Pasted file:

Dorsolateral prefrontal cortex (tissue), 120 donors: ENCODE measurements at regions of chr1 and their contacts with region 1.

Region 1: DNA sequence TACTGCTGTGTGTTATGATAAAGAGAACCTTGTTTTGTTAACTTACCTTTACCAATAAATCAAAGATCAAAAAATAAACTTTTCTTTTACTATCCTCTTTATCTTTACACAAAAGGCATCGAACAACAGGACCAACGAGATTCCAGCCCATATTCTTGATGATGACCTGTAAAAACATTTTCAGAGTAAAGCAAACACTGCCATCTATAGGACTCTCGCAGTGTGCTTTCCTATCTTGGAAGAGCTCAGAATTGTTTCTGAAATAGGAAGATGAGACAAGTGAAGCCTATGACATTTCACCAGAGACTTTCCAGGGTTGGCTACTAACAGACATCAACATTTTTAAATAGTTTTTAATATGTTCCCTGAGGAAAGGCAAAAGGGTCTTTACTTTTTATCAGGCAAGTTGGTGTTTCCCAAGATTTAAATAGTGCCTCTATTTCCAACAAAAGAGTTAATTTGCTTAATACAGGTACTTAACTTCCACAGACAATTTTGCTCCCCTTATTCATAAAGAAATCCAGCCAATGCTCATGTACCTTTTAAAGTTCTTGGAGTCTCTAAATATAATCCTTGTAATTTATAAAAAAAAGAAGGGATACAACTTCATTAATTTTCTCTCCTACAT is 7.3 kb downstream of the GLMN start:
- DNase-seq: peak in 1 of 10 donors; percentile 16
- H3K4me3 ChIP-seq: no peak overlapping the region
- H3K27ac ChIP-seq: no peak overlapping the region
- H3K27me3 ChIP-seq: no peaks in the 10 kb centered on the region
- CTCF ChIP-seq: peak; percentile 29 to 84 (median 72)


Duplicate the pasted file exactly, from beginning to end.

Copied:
Dorsolateral prefrontal cortex (tissue), 120 donors: ENCODE measurements at regions of chr1 and their contacts with region 1.

Region 1: DNA sequence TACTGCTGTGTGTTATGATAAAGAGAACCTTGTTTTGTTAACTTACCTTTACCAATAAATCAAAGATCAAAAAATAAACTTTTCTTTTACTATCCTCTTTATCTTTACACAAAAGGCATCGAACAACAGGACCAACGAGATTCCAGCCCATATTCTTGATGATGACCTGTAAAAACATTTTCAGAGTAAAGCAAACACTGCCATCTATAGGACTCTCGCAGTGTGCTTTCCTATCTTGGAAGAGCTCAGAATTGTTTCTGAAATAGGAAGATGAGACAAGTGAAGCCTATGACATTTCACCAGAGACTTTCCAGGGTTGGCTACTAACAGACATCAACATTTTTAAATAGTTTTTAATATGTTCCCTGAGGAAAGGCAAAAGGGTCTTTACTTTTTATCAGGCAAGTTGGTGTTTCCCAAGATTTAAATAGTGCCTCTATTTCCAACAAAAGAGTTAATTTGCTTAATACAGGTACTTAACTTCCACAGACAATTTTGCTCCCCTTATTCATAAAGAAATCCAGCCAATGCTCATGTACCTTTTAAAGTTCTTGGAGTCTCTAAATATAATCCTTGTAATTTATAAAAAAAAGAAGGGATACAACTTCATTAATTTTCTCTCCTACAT is 7.3 kb downstream of the GLMN start:
- DNase-seq: peak in 1 of 10 donors; percentile 16
- H3K4me3 ChIP-seq: no peak overlapping the region
- H3K27ac ChIP-seq: no peak overlapping the region
- H3K27me3 ChIP-seq: no peaks in the 10 kb centered on the region
- CTCF ChIP-seq: peak; percentile 29 to 84 (median 72)